The metaphor in this post is drawn from the wise and very helpful writing and teaching of David Powlison, including the opening sentence. If this post serves you, find anything Dr. Powlison has written and read it!
You’re a refugee.
Does that surprise you? We tend to think of refugees as people caught in horrible circumstances beyond their control – political upheavals or natural disasters, things decidedly out of the ordinary. But here’s something even more surprising.
You were made to be a refugee.
This is not the result of circumstances, nor a situation to exit as quickly as possible. No, you and I were always intended to be refuge-seekers. It is hard wired into us, and it is good for us. Why? Here’s the deepest reason. We are by nature meant to be refugees, because God by nature is a refuge. Consider these psalms:
“Wondrously show your steadfast love, O Savior of those who seek refuge from their adversaries at your right hand.” (Psalm 17:7)
“God is our refuge and strength…” (Psalm 46:1)
Finding refuge in God is a vital part of our relationship with him. It’s a dangerous, unpredictable, harsh world – we need somewhere, Someone to flee to. Because we are hard-wired to be refuge-seekers, we can’t not turn to someone or something. But here’s the problem. Sin perverts this instinct. Instead of running as refugees to God, the only safe and sane place to turn, we run to countless false refuges: addictions, pleasurable fantasies (think: The Secret Life of Walter Mitty), success in some other area of life, new gadgets or toys. Any created thing that we turn to for protection and security instead of God becomes a false refuge.
But how do you actually find refuge in God in your situation? Let me suggest three things.
Talk to the Lord about what’s pressuring you. Get specific. Is it your child’s health? Your retirement plan? An unidentified lump the doctor just found? Don’t let the pressures of life remain vague and undefined. It’s much easier to turn to God as a refuge when you know exactly what you’re turning to him with. Think about the specific station that’s buzzing in the background of your consciousness. What is it saying to you? That’s where you need to begin going to God as a refugee.
Obey in the small things before you. Perhaps obedience seems like a harsh word to someone in distress. But it’s not – in fact, it’s dignifying and ennobling. You’re a refugee – but God, your refuge, doesn’t expect you to live a pointless life huddled in a tent in the middle of a refugee camp. He gives you work to do: specific acts of obedience and love. But here’s how he works: the greater the problem pressing on you, the smaller the acts of obedience he calls from you in response. You can’t save your kid, no matter what you do; that’s far too great a problem for you. But you can love him by setting aside time to throw the football after work, or praying with her before you put her to bed, or any number of small but significant acts of obedience. It’s the same with any other challenge. You take refuge in God because the situation is way beyond your pay grade. God then calls you to express faith by obeying in the small things.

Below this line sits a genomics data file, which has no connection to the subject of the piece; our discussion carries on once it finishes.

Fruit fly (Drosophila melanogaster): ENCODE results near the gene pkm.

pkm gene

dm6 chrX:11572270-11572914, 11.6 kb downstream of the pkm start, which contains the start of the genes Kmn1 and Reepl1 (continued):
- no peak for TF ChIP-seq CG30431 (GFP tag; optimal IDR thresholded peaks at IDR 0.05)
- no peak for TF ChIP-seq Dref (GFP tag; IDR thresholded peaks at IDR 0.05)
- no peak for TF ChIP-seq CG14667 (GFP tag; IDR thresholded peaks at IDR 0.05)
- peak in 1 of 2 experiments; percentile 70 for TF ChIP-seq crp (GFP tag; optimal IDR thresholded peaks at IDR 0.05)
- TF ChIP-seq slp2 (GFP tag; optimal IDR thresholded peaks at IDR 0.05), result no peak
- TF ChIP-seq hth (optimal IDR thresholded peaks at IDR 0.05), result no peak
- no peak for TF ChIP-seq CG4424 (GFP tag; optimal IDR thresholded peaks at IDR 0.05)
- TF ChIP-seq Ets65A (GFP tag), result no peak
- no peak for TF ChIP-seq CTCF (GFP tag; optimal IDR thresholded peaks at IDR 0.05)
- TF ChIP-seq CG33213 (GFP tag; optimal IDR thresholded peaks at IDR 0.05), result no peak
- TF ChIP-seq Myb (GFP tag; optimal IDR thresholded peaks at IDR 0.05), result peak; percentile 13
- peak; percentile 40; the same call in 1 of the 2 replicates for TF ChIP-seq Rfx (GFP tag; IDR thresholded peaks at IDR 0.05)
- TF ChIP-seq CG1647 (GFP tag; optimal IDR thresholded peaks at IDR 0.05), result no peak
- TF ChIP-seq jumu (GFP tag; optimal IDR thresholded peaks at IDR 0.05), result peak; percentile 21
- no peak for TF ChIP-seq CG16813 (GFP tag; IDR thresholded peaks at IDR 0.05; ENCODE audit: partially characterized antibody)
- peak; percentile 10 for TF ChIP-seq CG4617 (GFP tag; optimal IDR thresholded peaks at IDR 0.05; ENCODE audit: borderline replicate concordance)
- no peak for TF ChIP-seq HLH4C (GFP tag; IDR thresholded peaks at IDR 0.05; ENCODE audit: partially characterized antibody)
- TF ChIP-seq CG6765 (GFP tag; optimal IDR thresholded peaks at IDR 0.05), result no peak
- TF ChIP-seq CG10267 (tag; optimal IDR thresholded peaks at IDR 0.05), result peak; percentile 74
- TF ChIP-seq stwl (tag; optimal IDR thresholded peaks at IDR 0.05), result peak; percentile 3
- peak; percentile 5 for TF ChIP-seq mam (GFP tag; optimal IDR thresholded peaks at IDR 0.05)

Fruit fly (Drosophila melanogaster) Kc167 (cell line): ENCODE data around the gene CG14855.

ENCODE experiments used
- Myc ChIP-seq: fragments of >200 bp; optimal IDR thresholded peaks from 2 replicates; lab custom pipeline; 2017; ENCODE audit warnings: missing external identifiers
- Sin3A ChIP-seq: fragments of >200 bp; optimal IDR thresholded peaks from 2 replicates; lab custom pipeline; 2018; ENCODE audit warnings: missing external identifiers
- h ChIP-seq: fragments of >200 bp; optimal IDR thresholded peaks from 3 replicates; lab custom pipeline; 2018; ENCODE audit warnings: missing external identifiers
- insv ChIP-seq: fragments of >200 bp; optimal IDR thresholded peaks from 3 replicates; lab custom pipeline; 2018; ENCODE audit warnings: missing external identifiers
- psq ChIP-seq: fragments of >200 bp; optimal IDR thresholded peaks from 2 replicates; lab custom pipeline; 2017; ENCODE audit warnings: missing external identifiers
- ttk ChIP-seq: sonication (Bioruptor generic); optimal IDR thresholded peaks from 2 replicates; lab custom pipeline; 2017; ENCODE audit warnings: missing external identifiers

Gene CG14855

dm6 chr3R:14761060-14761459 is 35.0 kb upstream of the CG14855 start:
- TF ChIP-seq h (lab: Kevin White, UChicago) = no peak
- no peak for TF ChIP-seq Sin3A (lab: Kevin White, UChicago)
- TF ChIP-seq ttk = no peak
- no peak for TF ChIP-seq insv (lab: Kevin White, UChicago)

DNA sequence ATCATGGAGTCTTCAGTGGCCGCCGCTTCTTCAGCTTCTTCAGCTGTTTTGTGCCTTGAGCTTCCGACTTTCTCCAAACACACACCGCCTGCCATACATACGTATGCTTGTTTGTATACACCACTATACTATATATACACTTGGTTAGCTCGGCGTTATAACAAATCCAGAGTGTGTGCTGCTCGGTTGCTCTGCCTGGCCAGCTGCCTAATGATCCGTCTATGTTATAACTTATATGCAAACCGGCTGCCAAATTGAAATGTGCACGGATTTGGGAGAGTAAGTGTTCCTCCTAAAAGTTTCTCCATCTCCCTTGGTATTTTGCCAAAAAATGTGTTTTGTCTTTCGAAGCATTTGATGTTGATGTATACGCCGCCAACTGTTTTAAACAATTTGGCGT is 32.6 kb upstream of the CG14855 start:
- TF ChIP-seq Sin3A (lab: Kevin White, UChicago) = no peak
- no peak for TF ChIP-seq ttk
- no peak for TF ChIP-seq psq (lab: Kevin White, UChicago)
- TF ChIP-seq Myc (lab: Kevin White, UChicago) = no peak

Be faithful in your other callings. Here’s the good news. God doesn’t leave you to obsess over one single area of difficulty. There are always – always – other things God calls you to in the midst of pressing circumstances. In the midst of challenges, God provides other sources of relief. When work pressures seem insurmountable, maybe you need to obey Psalm 34:8 – “Oh, taste and see that the LORD is good!” – by taking your wife to dinner and a movie. When a relational conflict wears you down, perhaps God is calling you to obey 1 Timothy 6:17’s command to set our hope on God “who richly provides us with everything to enjoy” by laughing your head off running through the sprinklers with your kids. Don’t let your problem expand to consume all of life. It’s significant, but it’s not supposed to be consuming. Find the other areas God is calling you to give yourself to.
When God as our refuge, every created thing can potentially be secondary refuges: good gifts sent to sustain us by our kind, loving Father. When created things are our refuge in place of God, even the good gifts turn sour. So run to refuge to your Creator, your Savior, your best and heavenly friend – it’s what you were made for.
Photo by Mikhail Esteves